It’s time for conservatives everywhere, including here in Alberta and Canada, to acknowledge and eject the extremists in their midst.

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  1. Most of the Conservatives that would reject this extremism have already, they then joined the Liberal party of Canada. All the corporatism, the TPP, NAFTA etc, and a healthy dose of police state C51 of the Conservatives with better branding and hair.

    1. Jim, you started off well. But then you quickly went downhill in your second sentence.

      The problem isn’t with the LPC. It’s with hyper-partisanship that is blinded by its own rhetoric.

      1. No Norm: so far it is business as usual with the LPC. Same trade policies as Harper, same agricultural policies, and a very little air-brushing of the C-51 police state policies of the Harper government.

        At least so far it is “Liberal, Tory, same old story.” It is early days so we can still hope the LPC will throw out the Harper policies and hangers on in the civil service, but the hour is getting late.

        1. Kang, if you think it’s business as usual with LPC, then you haven’t been paying attention.

          1. Don’t be insulting and patronizing. In agricultural policy it is truly Harper/Conservative business as usual. TPP is in process rather than in the garbage where it belongs.

            I wish it were not so.

  2. Speaking up may not be just “political correctness” but political correctness seems to be the line no one is willing to cross, except the nutbar mainstream in Conservatism.
    You can speak up till your blue in the face but Taylor Swift has it exactly right; haters are gonna hate!
    The only thing, mind you, the only thing over about 6 or 7 thousand years of recorded history that has had an effect on these mean-spirited, ignorant buffoons has been a big stick and the willingness to use it … frequently.
    That these clowns have been in charge in these here parts, as they like to say, for the last 30 years should give every progressive pause to consider just what kind of culture we live in here.

    1. Don, the right, which you represent, defines such NDP policies as a $15 minimum wage, extending health and safety laws to Alberta’s farms and imposing a carbon tax as “extremism.”

      When writers like Dave talk about extremism on the right, they are referring to people who say NDP politicians, especially women, should be shot, hanged or beaten for pressing forward with policies these trolls disagree with.

      The extremists in the midst, as you put it, exist almost exclusively on the right in Alberta. There are essentially no extremists in the Alberta NDP, no matter what you imagine, and certainly not compared to the offensive nutbars who populate the Wildrose benches.

      1. You sure exaggerate. Who said shot, hanged, beaten? That is offensive in itself. Shame on you!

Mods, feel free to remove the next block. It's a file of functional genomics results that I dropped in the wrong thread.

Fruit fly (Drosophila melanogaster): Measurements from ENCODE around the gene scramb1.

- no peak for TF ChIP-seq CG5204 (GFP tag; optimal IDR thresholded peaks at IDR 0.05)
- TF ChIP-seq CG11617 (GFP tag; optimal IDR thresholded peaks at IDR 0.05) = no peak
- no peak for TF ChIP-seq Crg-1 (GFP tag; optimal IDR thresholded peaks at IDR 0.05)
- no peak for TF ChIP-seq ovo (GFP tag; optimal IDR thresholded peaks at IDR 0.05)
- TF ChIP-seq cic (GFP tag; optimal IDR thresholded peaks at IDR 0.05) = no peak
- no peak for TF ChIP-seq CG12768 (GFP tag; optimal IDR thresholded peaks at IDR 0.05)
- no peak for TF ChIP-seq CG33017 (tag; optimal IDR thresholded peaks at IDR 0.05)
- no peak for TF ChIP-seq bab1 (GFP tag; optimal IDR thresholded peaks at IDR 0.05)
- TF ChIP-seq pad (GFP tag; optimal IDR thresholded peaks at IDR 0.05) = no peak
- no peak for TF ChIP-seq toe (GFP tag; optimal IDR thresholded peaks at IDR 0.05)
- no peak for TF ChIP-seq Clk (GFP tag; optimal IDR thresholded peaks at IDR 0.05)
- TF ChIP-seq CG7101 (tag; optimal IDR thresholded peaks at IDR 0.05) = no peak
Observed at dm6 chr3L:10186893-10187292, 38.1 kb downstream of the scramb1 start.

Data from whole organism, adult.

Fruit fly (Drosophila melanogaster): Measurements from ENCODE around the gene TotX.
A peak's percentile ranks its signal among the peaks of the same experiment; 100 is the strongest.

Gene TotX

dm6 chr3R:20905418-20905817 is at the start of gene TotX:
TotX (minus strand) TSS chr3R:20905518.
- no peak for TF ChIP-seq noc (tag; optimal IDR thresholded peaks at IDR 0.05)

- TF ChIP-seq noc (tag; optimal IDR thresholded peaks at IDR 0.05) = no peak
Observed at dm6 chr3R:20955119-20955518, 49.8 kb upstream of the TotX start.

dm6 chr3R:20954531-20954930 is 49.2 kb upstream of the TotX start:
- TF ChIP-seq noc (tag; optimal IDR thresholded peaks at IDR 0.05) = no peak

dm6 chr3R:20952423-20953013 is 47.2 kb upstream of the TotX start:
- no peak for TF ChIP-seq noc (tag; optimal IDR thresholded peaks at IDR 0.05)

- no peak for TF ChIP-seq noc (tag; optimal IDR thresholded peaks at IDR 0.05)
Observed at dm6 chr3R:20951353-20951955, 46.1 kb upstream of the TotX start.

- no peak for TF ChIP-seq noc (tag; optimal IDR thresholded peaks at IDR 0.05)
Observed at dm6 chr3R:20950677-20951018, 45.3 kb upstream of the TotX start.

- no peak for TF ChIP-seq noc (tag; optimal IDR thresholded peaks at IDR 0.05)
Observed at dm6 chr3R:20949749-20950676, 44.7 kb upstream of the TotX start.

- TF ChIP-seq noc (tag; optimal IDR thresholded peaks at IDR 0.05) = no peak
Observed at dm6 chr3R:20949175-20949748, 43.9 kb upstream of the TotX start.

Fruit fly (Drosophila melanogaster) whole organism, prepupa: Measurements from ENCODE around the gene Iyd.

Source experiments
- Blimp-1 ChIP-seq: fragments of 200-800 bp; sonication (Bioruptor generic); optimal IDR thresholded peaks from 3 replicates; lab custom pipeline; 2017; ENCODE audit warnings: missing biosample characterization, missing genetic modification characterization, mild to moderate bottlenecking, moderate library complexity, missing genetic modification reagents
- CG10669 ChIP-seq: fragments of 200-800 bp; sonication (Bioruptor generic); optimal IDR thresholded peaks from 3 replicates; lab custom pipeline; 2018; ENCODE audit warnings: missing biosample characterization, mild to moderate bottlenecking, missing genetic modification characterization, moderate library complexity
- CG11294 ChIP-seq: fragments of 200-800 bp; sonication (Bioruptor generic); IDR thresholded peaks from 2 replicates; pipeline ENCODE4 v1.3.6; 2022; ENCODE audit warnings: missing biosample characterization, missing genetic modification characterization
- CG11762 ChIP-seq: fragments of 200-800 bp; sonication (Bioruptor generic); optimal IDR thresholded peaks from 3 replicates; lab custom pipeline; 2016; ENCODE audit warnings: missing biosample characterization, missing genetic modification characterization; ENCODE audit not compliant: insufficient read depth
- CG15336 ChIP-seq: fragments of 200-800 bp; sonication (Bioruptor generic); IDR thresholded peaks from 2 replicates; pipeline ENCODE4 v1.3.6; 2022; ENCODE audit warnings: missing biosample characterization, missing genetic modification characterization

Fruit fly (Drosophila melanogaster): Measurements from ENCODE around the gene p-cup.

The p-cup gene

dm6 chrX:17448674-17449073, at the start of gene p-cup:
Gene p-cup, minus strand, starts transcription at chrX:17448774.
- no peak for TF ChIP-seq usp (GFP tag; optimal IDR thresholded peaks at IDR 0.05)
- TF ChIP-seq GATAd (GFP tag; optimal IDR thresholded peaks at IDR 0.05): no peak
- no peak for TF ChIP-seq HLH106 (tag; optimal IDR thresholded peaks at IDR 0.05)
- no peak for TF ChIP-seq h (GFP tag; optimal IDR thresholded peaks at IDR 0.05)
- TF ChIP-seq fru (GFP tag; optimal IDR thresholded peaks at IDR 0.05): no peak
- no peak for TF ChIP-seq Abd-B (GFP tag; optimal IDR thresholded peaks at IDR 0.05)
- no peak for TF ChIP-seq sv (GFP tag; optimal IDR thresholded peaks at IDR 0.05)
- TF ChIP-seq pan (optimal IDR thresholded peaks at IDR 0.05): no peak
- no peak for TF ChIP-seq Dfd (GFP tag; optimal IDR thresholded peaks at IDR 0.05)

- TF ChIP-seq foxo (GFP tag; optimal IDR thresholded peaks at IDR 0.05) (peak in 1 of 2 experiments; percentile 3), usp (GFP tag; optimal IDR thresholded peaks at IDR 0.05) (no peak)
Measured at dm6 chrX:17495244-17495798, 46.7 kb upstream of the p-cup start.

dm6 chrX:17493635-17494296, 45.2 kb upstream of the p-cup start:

2. Well done. It is not extremism to disagree. That is democracy, and quite possibly, good thinking. The extremism of the right is not about disagreeing…it’s bullying at its crassest. These folks know how to hurl insults and threats, but not how to marshall an argument. For them, any opinion that differs from their ‘talking points’ has to be a lie or a conspiracy.

        If they took an oath never to use insult, disparaging one liners, or name calling, and kept that oath for a year, perhaps they would learn to think. But alas. They would also have to listen to other opinions, think about them, and give counter arguments that connected with their opponents world view.

        And for too long in Alberta…and other parts of Canada too…..they have not had to do that. They are the ‘heavies’ of compatitive sports. All they were trained to do was fight, maim and silence the opponents of their lords and masters.

        They are little people. Bit players in the political arena. And now, out of power, they are hurting…and so, in retaliation, they lash out. Pretty ugly at times. But informative.

      3. Lol Rocky. Alberta is no different at this point than the US. Tell me who was doing the rioting and bullying at the Donald Trump rallies in every state. Oh my…it was the left wing supporters of Bernie Sanders. And why? Because they didn’t like what was coming out of Donald Trump speeches. Don’t be naiive and pin this on the right. It’s what happens when governments try to bully it’s citizens into conforming with their ideology. Until they start governing FOR the people and respecting the wishes and opinions of ALL the voters they can expect to see an increase in radicalism, both left and right.

    2. Well speaking for myself and my daughters, I would much rather deal with Alberta NDP extremists, that right-wing extremists.

      Only one of these extremist group routinely advocate and promote physical violence against women and minorities.

      What’s the worst thing an NDP extremist is likely to push for legalizing marijuana, or God forbid organize a union at a workplace, so that your wages and benefits improve thereby enabling you to buy more weed?

      For some reason that kind of extremism doesn’t seem as scary to me and my daughters.

  3. When I heard about the Brooks Big Country Oilmen’s Association’s idea of a joke – a Rachel Notley golf target – I’m afraid the first thing that I thought of was, “Well, the golf tournament scored an awful lot of a**holes in one with that idea.” (Sorry, but I find it really hard to stay polite when I hear about idiots like that.)

    I heard Nigel Farage blatting on in a BBC news report this morning. The contrived plummy accent and the moronic views that he expresses with it were enough to make one want to punch holes in walls.